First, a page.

So I am now learning the third declension and am looking for advice about how to best memorize it. Which of these two ways would you recommend? ONE: My current tactic is to memorize the basic endings chart, and have as good a grasp on the various laws of phonetic combination as possible. Is this naive? TWO: Is it better to just memorize the various sub-classes of consonant declension nouns? My book (Mastronarde) suggests that there are six such classes, and they sort of overwhelm me:
1) labial/velar plosive stems
2) dental plosive stems:
a) masculine/feminines with a nominative in -is
b) masculine nouns with stem in -vt-
c) neuter nouns with stem in t
3) suffix -mat-
4) consonant stems ending in liquid (l, r) or nasal (n)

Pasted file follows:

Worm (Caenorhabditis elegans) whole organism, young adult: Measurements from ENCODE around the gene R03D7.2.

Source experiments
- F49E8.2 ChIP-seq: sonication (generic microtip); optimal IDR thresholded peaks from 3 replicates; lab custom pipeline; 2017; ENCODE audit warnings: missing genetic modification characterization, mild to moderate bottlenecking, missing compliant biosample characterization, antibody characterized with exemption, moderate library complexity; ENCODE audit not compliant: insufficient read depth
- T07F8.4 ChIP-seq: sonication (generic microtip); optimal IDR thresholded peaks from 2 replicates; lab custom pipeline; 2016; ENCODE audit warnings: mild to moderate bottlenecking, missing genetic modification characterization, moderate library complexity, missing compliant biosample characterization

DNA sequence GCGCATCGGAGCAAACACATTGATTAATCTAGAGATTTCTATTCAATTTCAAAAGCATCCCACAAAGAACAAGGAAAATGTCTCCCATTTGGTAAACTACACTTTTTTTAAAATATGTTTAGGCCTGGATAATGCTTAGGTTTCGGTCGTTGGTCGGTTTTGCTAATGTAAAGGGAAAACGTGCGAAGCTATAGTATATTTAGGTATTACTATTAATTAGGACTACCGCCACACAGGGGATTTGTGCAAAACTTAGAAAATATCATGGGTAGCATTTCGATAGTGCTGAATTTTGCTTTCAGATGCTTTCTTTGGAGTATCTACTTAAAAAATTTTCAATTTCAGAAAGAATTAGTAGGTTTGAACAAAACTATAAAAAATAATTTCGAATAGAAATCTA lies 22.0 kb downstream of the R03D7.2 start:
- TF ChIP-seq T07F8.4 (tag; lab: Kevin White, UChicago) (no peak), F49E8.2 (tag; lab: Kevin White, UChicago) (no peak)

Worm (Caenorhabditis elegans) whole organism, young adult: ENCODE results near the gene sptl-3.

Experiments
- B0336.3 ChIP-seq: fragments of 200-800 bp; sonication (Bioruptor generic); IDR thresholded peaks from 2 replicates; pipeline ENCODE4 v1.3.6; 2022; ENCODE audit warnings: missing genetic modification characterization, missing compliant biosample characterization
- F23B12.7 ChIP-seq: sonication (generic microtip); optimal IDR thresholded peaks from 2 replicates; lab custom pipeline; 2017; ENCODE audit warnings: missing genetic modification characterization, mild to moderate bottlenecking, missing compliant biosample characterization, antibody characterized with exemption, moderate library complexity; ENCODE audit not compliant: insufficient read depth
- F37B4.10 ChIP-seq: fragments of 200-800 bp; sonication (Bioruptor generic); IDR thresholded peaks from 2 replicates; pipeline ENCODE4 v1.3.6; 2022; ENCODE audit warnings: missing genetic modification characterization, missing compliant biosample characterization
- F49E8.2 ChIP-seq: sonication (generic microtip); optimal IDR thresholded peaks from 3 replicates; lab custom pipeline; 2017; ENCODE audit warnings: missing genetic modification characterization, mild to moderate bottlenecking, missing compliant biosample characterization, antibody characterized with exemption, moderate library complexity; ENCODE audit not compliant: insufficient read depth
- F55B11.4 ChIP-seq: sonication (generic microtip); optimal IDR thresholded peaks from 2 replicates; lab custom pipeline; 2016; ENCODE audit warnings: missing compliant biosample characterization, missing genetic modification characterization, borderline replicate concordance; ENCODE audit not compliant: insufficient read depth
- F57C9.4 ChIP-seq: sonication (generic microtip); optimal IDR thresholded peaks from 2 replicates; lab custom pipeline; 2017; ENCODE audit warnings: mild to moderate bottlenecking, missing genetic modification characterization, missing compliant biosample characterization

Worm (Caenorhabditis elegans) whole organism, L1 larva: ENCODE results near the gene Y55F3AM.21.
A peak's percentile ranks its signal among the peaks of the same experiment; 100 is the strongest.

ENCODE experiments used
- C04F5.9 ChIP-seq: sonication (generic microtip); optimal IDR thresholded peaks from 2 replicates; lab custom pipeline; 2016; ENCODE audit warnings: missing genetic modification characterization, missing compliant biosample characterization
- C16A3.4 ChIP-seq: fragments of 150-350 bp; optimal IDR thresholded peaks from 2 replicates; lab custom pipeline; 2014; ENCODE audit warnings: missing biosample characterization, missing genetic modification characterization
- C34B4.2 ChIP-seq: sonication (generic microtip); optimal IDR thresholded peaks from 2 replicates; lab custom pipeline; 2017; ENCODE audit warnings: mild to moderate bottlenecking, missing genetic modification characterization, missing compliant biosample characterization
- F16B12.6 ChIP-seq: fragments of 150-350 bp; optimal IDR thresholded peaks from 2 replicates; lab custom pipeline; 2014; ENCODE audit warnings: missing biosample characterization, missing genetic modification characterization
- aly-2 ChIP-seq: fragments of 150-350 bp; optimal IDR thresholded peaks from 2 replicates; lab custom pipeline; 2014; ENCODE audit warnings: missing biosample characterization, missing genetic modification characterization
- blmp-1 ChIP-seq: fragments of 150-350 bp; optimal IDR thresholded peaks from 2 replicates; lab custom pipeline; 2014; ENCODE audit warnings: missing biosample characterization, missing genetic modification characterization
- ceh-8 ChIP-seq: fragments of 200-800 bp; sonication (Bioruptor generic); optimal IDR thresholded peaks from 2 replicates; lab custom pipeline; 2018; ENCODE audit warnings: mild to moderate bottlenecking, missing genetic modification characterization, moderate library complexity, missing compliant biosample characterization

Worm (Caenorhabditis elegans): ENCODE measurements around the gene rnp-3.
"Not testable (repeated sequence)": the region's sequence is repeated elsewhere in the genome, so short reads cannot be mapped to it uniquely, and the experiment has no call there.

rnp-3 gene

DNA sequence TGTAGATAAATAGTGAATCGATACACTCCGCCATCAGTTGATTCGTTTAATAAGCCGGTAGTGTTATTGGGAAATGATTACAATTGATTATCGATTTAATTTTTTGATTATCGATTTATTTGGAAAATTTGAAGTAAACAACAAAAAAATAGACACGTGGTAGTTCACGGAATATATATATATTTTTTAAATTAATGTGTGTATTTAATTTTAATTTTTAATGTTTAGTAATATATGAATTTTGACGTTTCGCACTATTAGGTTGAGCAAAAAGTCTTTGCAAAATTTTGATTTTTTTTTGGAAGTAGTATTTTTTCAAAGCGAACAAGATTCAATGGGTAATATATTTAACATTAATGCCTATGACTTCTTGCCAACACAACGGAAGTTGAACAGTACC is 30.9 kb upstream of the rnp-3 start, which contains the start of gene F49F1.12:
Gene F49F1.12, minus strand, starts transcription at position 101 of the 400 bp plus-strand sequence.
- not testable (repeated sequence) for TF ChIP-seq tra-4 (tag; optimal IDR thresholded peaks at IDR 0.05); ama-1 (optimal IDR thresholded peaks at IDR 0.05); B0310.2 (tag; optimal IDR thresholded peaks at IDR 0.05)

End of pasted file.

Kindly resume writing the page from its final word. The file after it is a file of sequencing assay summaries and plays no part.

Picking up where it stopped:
5) irregular stems in r
6) stems in s
Even if you think "TWO" is the way to go, I still really do like knowing the various phonetic laws of combination, but would appreciate reviewing them and knowing which apply to third declension changes.
Obviously, there are vowel contractions. But what of other combinations?
intervocalic sigma (sigma between two vowels often disappears)
is there a name for the times when sigma sucks into consonants to make psi out of pi, etc.? sigmatic elision or some such something?
And if you think "ONE" is the better approach, would you recommend a different way of creating the various sub-classes?